Once all the papers are in place and I have gone back and added in the pieces that I have saved out for overlays (the pictures of handwritten cards mentioned above) I am now ready to do the top layer of liquid medium.  I am using Modge Podge because it dry's fast and is easy to clean up.  
I covered the entire surface with a thin coat, waited for it to dry and then added another coat.  I have a Heat Dish from Costco that I place about 6ft from the table top so it dried pretty quickly.  I just stood the table top on it's side and turned it a couple times between coats.  If you don't have a Heat Dish then just wait a hour or two between coats.  Note: if this table top was going to be used as say a hard working desk or countertop you might think about using some kind of shellac finish.
Here's the table, now in my living room.  I may eventually paint the table underneath, but for now it's fine.
part of my collection of metal historical buildings and paperweights that picture a historical building
Hope you like the tutorial and that you will try it.  I would love to see what you do! -paula


  1. Great idea! Thanks for the tutorial.

  2. Crazy fabulous idea! Love it...a lot!

  3. What a great tutorial. I love the look! How do you keep the bubbles from forming behind the Paper? Or does it just shrink up when it dries?
    I usually have that issue with mod podge.

  4. I did this to a big, old desk in my art room about 4 years ago, and I still LOVE it! It truly is a great way to update an older, seen-better-days piece.

  5. I often find cool furniture with ugly formica tops, this would be a GREAT technique in that case.

    Thanks a bunch!

  6. Dear Rustique Gallery,
    Just follow the three steps I outlined in the post and you should be fine. Once I lay the paper on the thin coat of Mod Podge I lightly smooth with my hand (be careful not to get glue on the top or it will stick to the brayer)and then use the brayer to even out the glue underneath. When the glue dries, the paper will shrink up like magic.

  7. Hey that table looks familiar! Did you get that in Atascadero a few years ago? That was such a fun day. Love that idea. I have a table that we use on the patio by the bar b que. How about an old cookbook with potato salad recipes and such?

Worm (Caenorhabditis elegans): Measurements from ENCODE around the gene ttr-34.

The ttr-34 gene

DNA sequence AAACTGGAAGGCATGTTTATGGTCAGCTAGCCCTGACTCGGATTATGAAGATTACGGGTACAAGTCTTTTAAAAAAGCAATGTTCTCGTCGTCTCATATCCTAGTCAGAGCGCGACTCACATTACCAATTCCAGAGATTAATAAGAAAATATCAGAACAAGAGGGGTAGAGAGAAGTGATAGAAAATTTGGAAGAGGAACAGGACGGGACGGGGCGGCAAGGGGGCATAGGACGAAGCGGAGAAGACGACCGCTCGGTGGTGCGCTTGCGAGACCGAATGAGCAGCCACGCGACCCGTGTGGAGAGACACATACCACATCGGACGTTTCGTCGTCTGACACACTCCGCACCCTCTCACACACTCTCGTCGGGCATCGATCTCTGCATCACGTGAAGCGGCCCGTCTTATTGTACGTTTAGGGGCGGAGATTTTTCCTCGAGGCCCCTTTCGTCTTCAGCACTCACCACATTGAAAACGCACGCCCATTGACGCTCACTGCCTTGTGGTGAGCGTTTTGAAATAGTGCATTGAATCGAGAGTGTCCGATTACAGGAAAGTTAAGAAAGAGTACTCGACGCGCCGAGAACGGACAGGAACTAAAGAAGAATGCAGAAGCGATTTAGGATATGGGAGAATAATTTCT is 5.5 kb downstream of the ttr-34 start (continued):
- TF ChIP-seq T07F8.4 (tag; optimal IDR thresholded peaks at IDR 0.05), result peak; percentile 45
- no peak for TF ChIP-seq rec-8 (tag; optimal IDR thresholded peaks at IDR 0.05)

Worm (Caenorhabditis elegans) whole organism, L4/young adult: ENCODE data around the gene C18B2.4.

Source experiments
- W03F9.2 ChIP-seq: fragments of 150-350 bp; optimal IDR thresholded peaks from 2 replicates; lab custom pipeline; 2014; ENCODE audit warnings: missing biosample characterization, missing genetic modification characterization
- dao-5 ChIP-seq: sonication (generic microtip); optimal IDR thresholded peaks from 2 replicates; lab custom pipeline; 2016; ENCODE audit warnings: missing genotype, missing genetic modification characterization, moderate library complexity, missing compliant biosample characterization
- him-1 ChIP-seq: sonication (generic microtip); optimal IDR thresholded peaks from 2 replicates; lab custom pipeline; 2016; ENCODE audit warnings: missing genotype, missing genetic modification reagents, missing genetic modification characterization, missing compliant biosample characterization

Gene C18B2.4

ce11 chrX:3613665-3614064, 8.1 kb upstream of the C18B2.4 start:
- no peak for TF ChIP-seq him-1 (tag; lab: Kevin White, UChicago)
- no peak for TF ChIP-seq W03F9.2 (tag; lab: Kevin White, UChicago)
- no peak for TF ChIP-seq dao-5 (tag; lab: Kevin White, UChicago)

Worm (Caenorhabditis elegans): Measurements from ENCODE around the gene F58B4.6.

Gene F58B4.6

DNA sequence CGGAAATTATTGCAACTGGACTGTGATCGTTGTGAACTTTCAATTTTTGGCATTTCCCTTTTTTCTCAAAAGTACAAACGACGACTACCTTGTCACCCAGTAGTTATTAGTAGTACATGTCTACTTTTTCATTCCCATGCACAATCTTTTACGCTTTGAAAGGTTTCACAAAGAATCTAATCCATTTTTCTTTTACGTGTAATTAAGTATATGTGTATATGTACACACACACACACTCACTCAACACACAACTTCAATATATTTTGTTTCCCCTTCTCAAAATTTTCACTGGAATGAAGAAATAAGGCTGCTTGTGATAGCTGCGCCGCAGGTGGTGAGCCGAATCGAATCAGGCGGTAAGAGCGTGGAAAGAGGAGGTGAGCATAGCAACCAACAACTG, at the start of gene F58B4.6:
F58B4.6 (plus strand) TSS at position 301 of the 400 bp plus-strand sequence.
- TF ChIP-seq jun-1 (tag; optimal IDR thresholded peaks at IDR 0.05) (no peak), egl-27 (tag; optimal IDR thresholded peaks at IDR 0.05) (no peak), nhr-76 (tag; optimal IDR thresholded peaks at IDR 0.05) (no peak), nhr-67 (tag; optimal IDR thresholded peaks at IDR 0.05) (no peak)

8. Paula:

    As usual, this is awesome!!! I would LOVE to do my entire kitchen table. You are a true genius. BTW, check out my blog to see what I posted about your fabulous donation to our Scrap for Survival! We are so excited! It's beautiful!!! (I may just write a check myself and keep it!) Thanks so much for the handwritten note. You're the best!


  9. HUGE thanks for a chance to try decoupage again...something i am not good at. great directions! great to see the table too. ♥r

  10. Beautiful...I say, "Friends may let you down, your hometeam may let you down, but decoupage never disappoints!"
    and what a great way to use those loved but forgotten thrift store books! Hooray for your creative eye :)

  11. this is a fabulous idea & i have just the perfect table for some old texts!

  12. This is a really beautiful and artistic project! Professional looking! Since I cannot learn to paint flowers or much of anything, decoupage is my decorating medium of choice. Right now I am rehabbing an old dresser for my grown daughter and covering the inside of the drawers with sheet music...then I will place pin-up girl pics here and there strategically as you did the "envelope" on your table. Very impressive project, I plan to keep your pictures for future inspiration...thank you!

  13. I found your website and thought maybe I could ask a few questions that you might know the answers to. I am in need of a new kitchen table as mine doesnt suit my family any more. So after months of looking and not finding anything, I decided to make one! I found some old doors that were from my house which was built in 1920. I want to make one into a table. I have decided to put items in the door panels that went with a farm since my house is an old farm house. I have some buckles that went to an old halter of mine, some barbed wire, some pieces to a door lock that I have dated to between the dates of 1885 and 1930, an old picture of my house, a horse shoe, some old nails and door pieces. What I want to do is put these items onto the table top and cover them up so you cant touch them any more but still can see them clearly. What would be a good medium to do this with? I have read some about shellac, laquer, and poly. What would you recommend I do so I can safely do this for a kitchen table that we eat at regularly?